J. M. W. Turner self-portrait, oil on canvas, c. 1799The history of British visual art forms part of western art history. Major British artists include:the Romantics William Blake, John Constable, Samuel Palmer and J.M.W. Turner;the portrait painters Sir Joshua Reynolds and Lucian Freud; the landscape artists ThomasGainsborough and L. S. Lowry; the pioneer of the Arts and Crafts Movement William Morris; thefigurative painter Francis Bacon; the Pop artists Peter Blake, Richard Hamilton and DavidHockney; the collaborative duo Gilbert and George; the abstract artistHoward Hodgkin; andthe sculptors Antony Gormley, Anish Kapoor and Henry Moore. During the late 1980s and 1990sthe Saatchi Gallery in London helped to bring to public attention a group of multi-genre artists whowould become known as the "Young British Artists": Damien Hirst, Chris Ofili, RachelWhiteread, Tracey Emin, Mark Wallinger,Steve McQueen, Sam Taylor-Wood and the ChapmanBrothers are among the better-known members of this loosely affiliated movement.The Royal Academy in London is a key organisation for the promotion of the visual arts in theUnited Kingdom. Major schools of art in the UK include: the six-school University of the ArtsLondon, which includes the Central Saint Martins College of Art and Design and Chelsea Collegeof Art and Design; Goldsmiths, University of London; the Slade School of Fine Art (partof University College London); the Glasgow School of Art; the Royal College of Art; and TheRuskin School of Drawing and Fine Art (part of the University of Oxford). The Courtauld Institute ofArt is a leading centre for the teaching of the history of art. Important art galleries in the UnitedKingdom include the National Gallery, National Portrait Gallery, Tate Britain and Tate Modern (themost-visited modern art gallery in the world, with around 4.7 million visitors per year).CinemaMain article: Cinema of the United Kingdom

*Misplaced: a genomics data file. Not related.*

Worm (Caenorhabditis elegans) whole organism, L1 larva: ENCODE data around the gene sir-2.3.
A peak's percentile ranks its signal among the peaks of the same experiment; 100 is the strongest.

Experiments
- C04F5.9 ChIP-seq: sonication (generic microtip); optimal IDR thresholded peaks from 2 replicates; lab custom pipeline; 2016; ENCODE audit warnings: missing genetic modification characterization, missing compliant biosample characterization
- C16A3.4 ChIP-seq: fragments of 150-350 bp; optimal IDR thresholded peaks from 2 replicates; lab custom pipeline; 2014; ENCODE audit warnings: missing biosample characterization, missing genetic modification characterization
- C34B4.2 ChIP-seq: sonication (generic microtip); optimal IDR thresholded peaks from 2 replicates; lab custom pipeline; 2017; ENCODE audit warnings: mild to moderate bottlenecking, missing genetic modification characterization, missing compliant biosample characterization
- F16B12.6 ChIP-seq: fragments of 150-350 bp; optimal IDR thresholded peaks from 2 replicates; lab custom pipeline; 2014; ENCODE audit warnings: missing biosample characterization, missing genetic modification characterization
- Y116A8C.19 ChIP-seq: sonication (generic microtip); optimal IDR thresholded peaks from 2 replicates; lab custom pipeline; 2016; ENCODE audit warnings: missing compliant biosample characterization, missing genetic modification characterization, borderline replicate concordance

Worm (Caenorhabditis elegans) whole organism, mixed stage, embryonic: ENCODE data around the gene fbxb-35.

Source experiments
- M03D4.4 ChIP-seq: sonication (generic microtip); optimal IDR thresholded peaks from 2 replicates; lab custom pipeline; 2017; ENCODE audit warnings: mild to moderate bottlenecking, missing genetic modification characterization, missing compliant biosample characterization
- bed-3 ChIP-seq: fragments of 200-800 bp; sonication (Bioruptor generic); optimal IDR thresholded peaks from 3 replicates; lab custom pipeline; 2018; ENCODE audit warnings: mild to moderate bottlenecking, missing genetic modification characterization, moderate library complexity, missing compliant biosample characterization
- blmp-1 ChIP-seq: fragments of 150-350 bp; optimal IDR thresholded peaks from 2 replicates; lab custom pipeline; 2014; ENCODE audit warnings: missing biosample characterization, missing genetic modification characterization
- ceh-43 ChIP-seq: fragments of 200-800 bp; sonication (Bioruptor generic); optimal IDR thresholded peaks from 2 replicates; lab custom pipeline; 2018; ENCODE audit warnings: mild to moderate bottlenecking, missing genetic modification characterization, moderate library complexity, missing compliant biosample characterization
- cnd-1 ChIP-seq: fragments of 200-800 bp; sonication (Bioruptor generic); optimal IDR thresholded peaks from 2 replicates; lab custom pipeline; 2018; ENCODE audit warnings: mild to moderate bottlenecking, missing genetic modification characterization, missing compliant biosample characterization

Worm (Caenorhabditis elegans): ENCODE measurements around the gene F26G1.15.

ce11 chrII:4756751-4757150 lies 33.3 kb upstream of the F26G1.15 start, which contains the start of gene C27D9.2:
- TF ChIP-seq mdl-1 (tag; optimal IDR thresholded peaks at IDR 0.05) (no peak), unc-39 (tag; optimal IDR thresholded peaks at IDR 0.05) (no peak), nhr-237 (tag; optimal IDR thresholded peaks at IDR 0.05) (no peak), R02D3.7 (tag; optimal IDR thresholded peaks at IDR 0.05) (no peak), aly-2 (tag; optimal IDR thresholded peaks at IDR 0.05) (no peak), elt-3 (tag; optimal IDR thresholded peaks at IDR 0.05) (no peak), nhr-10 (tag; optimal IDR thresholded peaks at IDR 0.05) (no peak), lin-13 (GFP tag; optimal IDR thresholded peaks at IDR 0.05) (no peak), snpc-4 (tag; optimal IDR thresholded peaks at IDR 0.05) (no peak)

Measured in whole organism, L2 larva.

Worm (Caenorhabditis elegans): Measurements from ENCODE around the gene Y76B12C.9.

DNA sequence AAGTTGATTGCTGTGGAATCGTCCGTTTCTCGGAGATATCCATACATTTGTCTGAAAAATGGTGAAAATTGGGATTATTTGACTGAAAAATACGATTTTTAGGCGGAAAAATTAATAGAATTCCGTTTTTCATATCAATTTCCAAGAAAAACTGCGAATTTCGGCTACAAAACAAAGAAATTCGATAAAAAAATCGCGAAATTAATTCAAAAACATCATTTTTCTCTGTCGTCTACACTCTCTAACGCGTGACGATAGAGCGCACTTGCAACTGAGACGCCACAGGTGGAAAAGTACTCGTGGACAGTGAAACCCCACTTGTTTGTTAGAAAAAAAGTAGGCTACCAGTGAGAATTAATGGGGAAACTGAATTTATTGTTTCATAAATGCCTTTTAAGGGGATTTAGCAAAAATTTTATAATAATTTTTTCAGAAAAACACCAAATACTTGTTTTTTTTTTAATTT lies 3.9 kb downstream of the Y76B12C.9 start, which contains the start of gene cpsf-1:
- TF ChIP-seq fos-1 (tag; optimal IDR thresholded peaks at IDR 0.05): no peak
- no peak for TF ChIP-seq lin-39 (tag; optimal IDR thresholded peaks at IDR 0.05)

Alfred HitchcockThe United Kingdom has had a considerable influence on the history of the cinema. The Britishdirectors Alfred Hitchcock and David Lean are among the most critically acclaimed of all-time, with other important directors including Charlie Chaplin, Michael Powell, CarolReed and Ridley Scott. Many British actors have achieved international fame andcritical success, including: Julie Andrews, Richard Burton, Michael Caine, Charlie Chaplin, SeanConnery, Vivien Leigh, David Niven,Laurence Olivier, Peter Sellers and KateWinslet. Some of the most commercially successful films of all timehave been produced in the United Kingdom, including the two highest-grossing filmfranchises (Harry Potter and James Bond). Ealing Studios has a claim to being the oldestcontinuously working film studio in the world.Despite a history of important and successful productions, the industry has often beencharacterised by a debate about its identity and the level of American and European influence.Many British films are co-productions with American producers, often using both British andAmerican actors, and British actors feature regularly in Hollywood films. Many successfulHollywood films have been based on British people, stories or events, including Titanic, The Lordof the Rings, Pirates of the Caribbean, and the English Cycle of Disney animated films whichinclude, Alice in Wonderland, Peter Pan and Robin Hood.In 2009 British films grossed around $2 billion worldwide and achieved a market share of around7% globally and 17% in the United Kingdom. UK box-office takings totalled £944 million in2009, with around 173 million admissions. The British Film Institute has produced a poll rankingof what it considers to be the 100 greatest British films of all time, the BFI Top 100 Britishfilms. The annual British Academy Film Awards, hosted by the British Academy of Film andTelevision Arts, are the British equivalent of the Oscars.MediaMain article: Media of the United Kingdom